Artist’s colour theory on canvas
For an artist, choosing the right colours for your artwork is crucial.
But what if you can’t see the colours you’re using?
Paremata artist Alistair McDonald found out he was colour blind when he was 5.
He did not think he would make a career from art, so became a lawyer instead.
But he continued painting, drawing and sculpting as an escape from his office job.
‘‘Doing art was quite a good antidote to doing law,’’ McDonald said.
He struggles to tell green and red shades apart, but has developed strategies for reading on/off buttons, and dressing himself without clashing – ‘‘ Never wear brown or green. You wear blue, black and white.’’
Traffic lights were also a challenge, but otherwise he coped with colour blindness fine, he said.
‘‘ Everybody sees a different rainbow, so it doesn’t matter.’’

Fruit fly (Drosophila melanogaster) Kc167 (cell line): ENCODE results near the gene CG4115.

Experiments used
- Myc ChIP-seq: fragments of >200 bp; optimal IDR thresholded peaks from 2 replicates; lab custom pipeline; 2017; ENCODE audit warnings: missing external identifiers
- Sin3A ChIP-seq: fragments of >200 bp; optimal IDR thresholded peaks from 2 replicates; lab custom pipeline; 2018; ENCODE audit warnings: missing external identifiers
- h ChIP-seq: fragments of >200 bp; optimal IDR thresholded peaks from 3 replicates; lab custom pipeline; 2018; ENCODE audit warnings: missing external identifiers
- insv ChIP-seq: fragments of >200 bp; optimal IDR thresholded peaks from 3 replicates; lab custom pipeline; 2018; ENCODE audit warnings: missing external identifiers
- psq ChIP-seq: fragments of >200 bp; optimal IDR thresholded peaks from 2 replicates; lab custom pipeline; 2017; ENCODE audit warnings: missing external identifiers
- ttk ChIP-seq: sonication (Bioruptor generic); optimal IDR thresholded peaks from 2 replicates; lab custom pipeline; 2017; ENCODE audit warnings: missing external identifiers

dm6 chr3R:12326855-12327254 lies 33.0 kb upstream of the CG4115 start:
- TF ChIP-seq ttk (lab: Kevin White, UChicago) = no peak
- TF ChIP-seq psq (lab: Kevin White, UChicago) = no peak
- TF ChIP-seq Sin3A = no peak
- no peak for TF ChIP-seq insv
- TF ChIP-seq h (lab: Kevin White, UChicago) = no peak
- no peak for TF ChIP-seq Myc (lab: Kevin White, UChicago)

Since retiring from his office job he has taken up art fulltime, filling his house and workshops with paintings, sculptures, drawings, cartoons and stained glass.
One of his paintings of an earthquake-stricken Wellington featured on the cover of the Wellington telephone book in 2003/04.
Next week his first exhibition opens.
Although he enjoyed the freedom of painting for himself, there were advantages to holding exhibitions, McDonald said.
‘‘I’ve got more than 100 [works] sitting in the back room.
‘‘It’s more to get the spare room back.’’
Despite studying colour theory, McDonald uses a simple strategy when choosing colours for his works.
‘‘A lot of it is intuitive. I just think a colour might work and I can change it later [if it doesn’t].
‘‘I don’t know how you’re going to see them.
‘‘I just work out if it works for me. If it works for you, it’s a bonus.’’
Contrasts, with photographer Tanya Wintringham. Greenock House, 39 The Terrace, July 1 till 4, 10am till 5pm.
Paremata artist Alistair McDonald uses a different colour chart than other artists.